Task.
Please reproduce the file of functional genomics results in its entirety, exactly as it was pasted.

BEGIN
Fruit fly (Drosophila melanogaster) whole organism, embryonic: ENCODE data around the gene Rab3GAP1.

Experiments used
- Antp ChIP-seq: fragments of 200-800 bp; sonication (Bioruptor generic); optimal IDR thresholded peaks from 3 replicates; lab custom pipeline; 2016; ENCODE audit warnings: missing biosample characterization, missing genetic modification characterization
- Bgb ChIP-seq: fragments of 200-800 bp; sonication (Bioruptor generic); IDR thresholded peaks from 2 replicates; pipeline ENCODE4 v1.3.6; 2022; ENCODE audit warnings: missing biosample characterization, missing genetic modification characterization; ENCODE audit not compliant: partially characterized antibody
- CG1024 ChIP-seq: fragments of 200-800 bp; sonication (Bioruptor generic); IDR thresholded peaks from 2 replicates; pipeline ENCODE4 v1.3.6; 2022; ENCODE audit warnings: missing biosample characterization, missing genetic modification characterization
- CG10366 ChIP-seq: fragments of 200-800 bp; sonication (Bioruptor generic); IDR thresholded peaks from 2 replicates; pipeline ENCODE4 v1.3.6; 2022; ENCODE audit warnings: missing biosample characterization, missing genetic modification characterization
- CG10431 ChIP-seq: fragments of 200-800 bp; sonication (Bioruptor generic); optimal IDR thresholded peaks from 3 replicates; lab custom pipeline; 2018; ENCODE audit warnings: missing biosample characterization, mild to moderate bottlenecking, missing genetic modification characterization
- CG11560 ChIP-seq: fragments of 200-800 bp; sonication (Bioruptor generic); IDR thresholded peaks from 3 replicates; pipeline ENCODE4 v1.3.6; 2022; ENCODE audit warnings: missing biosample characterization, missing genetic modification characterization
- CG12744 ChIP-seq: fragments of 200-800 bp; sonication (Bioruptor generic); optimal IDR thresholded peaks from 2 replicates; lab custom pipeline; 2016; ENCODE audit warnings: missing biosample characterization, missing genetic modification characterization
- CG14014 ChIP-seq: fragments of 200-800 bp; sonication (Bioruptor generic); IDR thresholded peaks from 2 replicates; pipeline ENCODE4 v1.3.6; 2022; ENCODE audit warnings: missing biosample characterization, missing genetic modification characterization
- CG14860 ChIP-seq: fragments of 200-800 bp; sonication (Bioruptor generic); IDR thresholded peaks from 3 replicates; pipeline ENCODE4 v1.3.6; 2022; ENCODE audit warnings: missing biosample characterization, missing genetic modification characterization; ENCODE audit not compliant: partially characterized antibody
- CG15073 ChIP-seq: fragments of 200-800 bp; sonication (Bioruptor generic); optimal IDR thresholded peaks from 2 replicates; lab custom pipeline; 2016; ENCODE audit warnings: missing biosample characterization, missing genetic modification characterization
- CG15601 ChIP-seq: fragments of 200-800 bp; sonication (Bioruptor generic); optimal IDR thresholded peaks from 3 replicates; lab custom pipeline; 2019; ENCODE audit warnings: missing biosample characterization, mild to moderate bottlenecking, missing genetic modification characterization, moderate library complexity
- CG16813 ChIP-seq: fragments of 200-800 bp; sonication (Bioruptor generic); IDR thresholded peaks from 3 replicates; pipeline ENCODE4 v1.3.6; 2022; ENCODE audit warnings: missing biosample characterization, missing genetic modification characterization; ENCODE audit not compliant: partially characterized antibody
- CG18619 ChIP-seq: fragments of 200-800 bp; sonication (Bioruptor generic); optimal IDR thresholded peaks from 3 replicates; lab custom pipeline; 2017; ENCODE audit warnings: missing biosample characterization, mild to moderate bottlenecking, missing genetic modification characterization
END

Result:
Fruit fly (Drosophila melanogaster) whole organism, embryonic: ENCODE data around the gene Rab3GAP1.

Experiments used
- Antp ChIP-seq: fragments of 200-800 bp; sonication (Bioruptor generic); optimal IDR thresholded peaks from 3 replicates; lab custom pipeline; 2016; ENCODE audit warnings: missing biosample characterization, missing genetic modification characterization
- Bgb ChIP-seq: fragments of 200-800 bp; sonication (Bioruptor generic); IDR thresholded peaks from 2 replicates; pipeline ENCODE4 v1.3.6; 2022; ENCODE audit warnings: missing biosample characterization, missing genetic modification characterization; ENCODE audit not compliant: partially characterized antibody
- CG1024 ChIP-seq: fragments of 200-800 bp; sonication (Bioruptor generic); IDR thresholded peaks from 2 replicates; pipeline ENCODE4 v1.3.6; 2022; ENCODE audit warnings: missing biosample characterization, missing genetic modification characterization
- CG10366 ChIP-seq: fragments of 200-800 bp; sonication (Bioruptor generic); IDR thresholded peaks from 2 replicates; pipeline ENCODE4 v1.3.6; 2022; ENCODE audit warnings: missing biosample characterization, missing genetic modification characterization
- CG10431 ChIP-seq: fragments of 200-800 bp; sonication (Bioruptor generic); optimal IDR thresholded peaks from 3 replicates; lab custom pipeline; 2018; ENCODE audit warnings: missing biosample characterization, mild to moderate bottlenecking, missing genetic modification characterization
- CG11560 ChIP-seq: fragments of 200-800 bp; sonication (Bioruptor generic); IDR thresholded peaks from 3 replicates; pipeline ENCODE4 v1.3.6; 2022; ENCODE audit warnings: missing biosample characterization, missing genetic modification characterization
- CG12744 ChIP-seq: fragments of 200-800 bp; sonication (Bioruptor generic); optimal IDR thresholded peaks from 2 replicates; lab custom pipeline; 2016; ENCODE audit warnings: missing biosample characterization, missing genetic modification characterization
- CG14014 ChIP-seq: fragments of 200-800 bp; sonication (Bioruptor generic); IDR thresholded peaks from 2 replicates; pipeline ENCODE4 v1.3.6; 2022; ENCODE audit warnings: missing biosample characterization, missing genetic modification characterization
- CG14860 ChIP-seq: fragments of 200-800 bp; sonication (Bioruptor generic); IDR thresholded peaks from 3 replicates; pipeline ENCODE4 v1.3.6; 2022; ENCODE audit warnings: missing biosample characterization, missing genetic modification characterization; ENCODE audit not compliant: partially characterized antibody
- CG15073 ChIP-seq: fragments of 200-800 bp; sonication (Bioruptor generic); optimal IDR thresholded peaks from 2 replicates; lab custom pipeline; 2016; ENCODE audit warnings: missing biosample characterization, missing genetic modification characterization
- CG15601 ChIP-seq: fragments of 200-800 bp; sonication (Bioruptor generic); optimal IDR thresholded peaks from 3 replicates; lab custom pipeline; 2019; ENCODE audit warnings: missing biosample characterization, mild to moderate bottlenecking, missing genetic modification characterization, moderate library complexity
- CG16813 ChIP-seq: fragments of 200-800 bp; sonication (Bioruptor generic); IDR thresholded peaks from 3 replicates; pipeline ENCODE4 v1.3.6; 2022; ENCODE audit warnings: missing biosample characterization, missing genetic modification characterization; ENCODE audit not compliant: partially characterized antibody
- CG18619 ChIP-seq: fragments of 200-800 bp; sonication (Bioruptor generic); optimal IDR thresholded peaks from 3 replicates; lab custom pipeline; 2017; ENCODE audit warnings: missing biosample characterization, mild to moderate bottlenecking, missing genetic modification characterization